Step 3: Opening statement

Once the session commences, the mediator will start with an opening statement. Here they’ll explain their impartiality, the confidentiality requirements and the steps that will be undertaken during the process.

Step 4: Goals

During the next step, the mediator will ask the parties to lay out their goals or expectations from the mediation process. The mediator will then summarise those statements for all the parties. 

Step 5: Common ground

The mediator will identify any common ground that the parties have. For example, the parties may already have agreed on how they want to dispose of the family home[link to new article]. These items will not need to be discussed in the session.

Step 6: Agenda set

The next step is for the mediator to set an agenda. This lays out the issues that still need to be resolved. The mediator will ask the parties to prioritise the agenda items as well, to ensure they’re dealing with the most important first. 

Step 7: Negotiations

The parties then undertake negotiations about each agenda item. Each party – led by the mediator – will have the opportunity to lay out their concerns, interests and needs when it comes to each item. 

These discussions will lead to options and possible solutions. Each of these will be discussed and considered.

What should you not say in a mediation?

Mediation can be a delicate process. So during negotiations, you’ll want to ensure that you listen to your lawyer and take their advice on what you should or shouldn’t say in your particular mediation. But some things to be aware of that you shouldn’t say include:

  • Shouting or swearing throughout the process.
  • Talking over the other party. 
  • Saying disrespectful things to the other party or the mediator.
  • Anything that might make the other side think you’re refusing to participate or engage with the process.

Step 8: Private sessions

If emotions run high, or negotiations stall, the mediator can utilise separate private sessions to discuss and refine the options. They can also be used to simply calm tensions and help bring the parties back to the negotiation.

Once the private sessions have concluded, the mediator will bring the parties back into the joint session – or resume the shuttle approach. 

Step 9: Agreement documentation

If the parties are able to reach an agreement – and over 70% of the time mediation is successful – then the mediator will help the parties document their agreement for filing Orders with the court or entering into a Binding Financial Agreement. If they are not successful, they may need to come back for another mediation session at a different time. Or the parties may decide that it’s time to seek court orders or have an arbitration hearing.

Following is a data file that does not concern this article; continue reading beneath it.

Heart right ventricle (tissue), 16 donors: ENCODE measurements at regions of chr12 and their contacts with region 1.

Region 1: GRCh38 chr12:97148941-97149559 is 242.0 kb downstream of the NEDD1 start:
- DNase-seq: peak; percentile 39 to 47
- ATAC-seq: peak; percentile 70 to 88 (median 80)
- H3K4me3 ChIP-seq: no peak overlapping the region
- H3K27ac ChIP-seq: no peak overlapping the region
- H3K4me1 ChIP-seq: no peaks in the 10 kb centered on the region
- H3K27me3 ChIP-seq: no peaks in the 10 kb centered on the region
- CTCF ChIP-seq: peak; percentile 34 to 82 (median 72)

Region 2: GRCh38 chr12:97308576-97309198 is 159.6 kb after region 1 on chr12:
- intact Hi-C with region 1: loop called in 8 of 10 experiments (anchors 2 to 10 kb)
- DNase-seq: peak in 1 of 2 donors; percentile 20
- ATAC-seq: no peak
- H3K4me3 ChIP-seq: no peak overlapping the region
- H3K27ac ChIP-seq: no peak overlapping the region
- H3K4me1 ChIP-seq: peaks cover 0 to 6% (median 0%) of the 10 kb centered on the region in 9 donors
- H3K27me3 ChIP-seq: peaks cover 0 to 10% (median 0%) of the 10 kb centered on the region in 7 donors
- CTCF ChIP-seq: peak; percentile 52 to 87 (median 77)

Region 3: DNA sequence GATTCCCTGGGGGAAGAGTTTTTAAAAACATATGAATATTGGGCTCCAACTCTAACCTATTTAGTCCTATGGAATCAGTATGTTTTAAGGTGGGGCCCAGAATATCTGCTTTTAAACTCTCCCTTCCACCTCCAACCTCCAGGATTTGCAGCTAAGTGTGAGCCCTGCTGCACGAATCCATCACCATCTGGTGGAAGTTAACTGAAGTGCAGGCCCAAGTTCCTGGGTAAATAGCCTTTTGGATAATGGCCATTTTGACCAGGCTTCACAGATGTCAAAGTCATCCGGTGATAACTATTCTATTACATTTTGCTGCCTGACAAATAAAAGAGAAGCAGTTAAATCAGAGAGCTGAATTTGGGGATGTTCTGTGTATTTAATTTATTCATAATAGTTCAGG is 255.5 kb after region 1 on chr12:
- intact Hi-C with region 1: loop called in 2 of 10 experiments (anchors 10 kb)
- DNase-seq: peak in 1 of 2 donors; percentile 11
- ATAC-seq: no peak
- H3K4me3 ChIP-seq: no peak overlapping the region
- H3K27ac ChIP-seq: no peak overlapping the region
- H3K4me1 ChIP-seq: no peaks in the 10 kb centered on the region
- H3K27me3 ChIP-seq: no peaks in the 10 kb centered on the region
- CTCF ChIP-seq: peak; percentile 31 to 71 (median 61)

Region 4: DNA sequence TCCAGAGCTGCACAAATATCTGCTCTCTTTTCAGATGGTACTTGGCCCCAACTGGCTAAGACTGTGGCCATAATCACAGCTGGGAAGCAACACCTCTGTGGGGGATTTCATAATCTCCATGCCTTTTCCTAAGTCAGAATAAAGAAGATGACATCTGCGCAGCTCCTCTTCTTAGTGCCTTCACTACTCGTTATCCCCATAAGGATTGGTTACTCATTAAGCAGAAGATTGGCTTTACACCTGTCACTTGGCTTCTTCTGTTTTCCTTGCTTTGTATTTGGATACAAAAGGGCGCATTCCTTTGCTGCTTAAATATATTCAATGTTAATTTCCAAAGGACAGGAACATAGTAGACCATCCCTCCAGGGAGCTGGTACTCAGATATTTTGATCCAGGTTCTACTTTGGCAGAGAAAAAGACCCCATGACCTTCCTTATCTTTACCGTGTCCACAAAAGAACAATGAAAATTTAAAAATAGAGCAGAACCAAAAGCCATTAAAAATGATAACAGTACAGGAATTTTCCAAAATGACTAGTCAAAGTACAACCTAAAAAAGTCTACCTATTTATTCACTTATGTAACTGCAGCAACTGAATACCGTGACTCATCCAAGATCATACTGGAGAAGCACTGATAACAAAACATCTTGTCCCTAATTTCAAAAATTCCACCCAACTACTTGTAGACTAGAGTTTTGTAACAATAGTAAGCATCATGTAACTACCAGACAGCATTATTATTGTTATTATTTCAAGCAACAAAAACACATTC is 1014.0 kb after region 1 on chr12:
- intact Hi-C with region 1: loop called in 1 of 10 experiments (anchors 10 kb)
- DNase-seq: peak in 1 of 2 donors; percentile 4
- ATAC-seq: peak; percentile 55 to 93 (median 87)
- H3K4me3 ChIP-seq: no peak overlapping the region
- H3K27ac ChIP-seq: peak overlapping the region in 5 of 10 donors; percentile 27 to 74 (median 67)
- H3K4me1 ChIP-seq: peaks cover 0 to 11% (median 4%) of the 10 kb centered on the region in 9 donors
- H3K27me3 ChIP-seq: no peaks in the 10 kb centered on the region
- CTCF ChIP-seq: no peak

How long does the mediation process take?

There’s no single answer to this question. Depending on the number of issues being addressed, and the complexity of those issues, it can take anywhere from a few hours to a few days. The vast majority of mediations in Australia settle within 30 days

What is the most difficult part of the mediation process?

One of the most difficult parts of the mediation process is actually believing that the process can work. Despite the statistical evidence that shows the effectiveness of the mediation process, many parties struggle with low confidence. This can sometimes lead to an unwillingness to participate or engage in the process.

What cases will benefit from mediation in family law?

There are many cases that will benefit from mediation, particularly in family law. These include:

  • Conflicts arising in divorce and separation
  • Child custody issues
  • Disputes between family members

There are also times when mediation won’t be appropriate, despite the Court’s preference for it. This might be where there is the risk of family violence or the situation is very urgent. In those cases, you’ll want to speak to your lawyer immediately, so you can work together to resolve the issue with the Court quickly.

How we can help at Australian Family Lawyers

At Australian Family Lawyers, we can help you understand the mediation process. We can help you organise a mediation that can resolve your family law disputes in the best interests of you and your family and keep you in control of the process. You can also learn more about the divorce process in Australia here.

If you’d like to chat, get in touch directly or request a call back from our friendly team via the form below.